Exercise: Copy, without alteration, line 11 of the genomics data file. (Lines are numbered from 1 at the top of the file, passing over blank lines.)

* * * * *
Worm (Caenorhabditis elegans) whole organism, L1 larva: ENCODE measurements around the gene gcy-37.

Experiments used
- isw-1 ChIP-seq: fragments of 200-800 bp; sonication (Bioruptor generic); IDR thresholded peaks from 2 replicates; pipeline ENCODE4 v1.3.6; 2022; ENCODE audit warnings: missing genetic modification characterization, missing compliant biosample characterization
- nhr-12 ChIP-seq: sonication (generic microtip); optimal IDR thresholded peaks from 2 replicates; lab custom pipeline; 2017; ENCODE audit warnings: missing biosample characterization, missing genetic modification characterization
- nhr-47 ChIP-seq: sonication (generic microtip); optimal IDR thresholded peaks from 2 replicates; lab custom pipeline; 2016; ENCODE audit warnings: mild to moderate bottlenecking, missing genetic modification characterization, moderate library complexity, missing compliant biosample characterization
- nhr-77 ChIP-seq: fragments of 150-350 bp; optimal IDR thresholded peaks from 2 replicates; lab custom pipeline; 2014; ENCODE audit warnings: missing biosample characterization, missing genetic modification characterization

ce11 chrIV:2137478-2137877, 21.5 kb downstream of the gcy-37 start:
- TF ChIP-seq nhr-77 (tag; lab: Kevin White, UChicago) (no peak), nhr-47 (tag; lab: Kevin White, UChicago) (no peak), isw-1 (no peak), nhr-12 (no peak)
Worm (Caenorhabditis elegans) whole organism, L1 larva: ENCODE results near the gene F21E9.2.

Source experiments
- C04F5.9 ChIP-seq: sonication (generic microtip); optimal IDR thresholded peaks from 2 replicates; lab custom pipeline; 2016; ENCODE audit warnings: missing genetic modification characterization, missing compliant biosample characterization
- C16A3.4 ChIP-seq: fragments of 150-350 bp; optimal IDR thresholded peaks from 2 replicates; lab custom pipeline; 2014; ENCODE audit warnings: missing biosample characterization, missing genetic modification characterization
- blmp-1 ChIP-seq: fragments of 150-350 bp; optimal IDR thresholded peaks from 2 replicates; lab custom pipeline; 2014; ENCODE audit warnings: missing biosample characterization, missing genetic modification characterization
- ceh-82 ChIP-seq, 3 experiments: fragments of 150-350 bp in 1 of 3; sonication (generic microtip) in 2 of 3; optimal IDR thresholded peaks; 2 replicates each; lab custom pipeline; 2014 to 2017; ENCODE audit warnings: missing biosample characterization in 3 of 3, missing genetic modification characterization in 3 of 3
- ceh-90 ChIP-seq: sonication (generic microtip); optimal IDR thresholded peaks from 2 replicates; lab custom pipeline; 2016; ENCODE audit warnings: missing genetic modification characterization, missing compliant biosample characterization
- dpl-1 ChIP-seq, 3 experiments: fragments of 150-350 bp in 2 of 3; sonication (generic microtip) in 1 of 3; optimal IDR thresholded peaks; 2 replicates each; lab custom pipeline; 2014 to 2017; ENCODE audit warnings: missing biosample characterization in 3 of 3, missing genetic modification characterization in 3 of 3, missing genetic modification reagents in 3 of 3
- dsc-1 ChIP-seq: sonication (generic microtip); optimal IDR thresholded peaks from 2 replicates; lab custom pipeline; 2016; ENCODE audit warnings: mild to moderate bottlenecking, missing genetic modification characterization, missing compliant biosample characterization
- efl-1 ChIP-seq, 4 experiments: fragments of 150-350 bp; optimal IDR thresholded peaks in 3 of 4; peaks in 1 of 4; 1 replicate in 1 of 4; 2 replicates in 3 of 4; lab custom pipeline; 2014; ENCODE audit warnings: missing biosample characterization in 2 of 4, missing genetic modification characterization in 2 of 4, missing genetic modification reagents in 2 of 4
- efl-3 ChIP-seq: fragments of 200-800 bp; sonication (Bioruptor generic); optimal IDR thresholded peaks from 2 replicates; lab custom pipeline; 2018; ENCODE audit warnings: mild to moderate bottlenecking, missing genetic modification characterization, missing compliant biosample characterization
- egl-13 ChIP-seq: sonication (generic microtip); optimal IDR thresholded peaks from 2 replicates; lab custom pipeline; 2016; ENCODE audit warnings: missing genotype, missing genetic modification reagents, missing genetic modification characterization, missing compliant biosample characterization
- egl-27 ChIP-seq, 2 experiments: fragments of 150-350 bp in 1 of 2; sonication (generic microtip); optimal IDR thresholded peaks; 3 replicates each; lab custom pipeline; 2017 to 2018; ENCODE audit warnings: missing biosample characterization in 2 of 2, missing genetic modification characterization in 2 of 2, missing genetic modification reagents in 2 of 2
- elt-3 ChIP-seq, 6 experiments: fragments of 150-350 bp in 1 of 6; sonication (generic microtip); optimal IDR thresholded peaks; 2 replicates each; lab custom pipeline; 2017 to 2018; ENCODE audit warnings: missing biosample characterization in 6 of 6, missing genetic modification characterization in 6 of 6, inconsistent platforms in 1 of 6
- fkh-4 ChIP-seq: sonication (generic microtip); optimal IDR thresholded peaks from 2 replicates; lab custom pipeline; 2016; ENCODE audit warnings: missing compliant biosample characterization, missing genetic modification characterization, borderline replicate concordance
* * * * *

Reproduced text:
- C04F5.9 ChIP-seq: sonication (generic microtip); optimal IDR thresholded peaks from 2 replicates; lab custom pipeline; 2016; ENCODE audit warnings: missing genetic modification characterization, missing compliant biosample characterization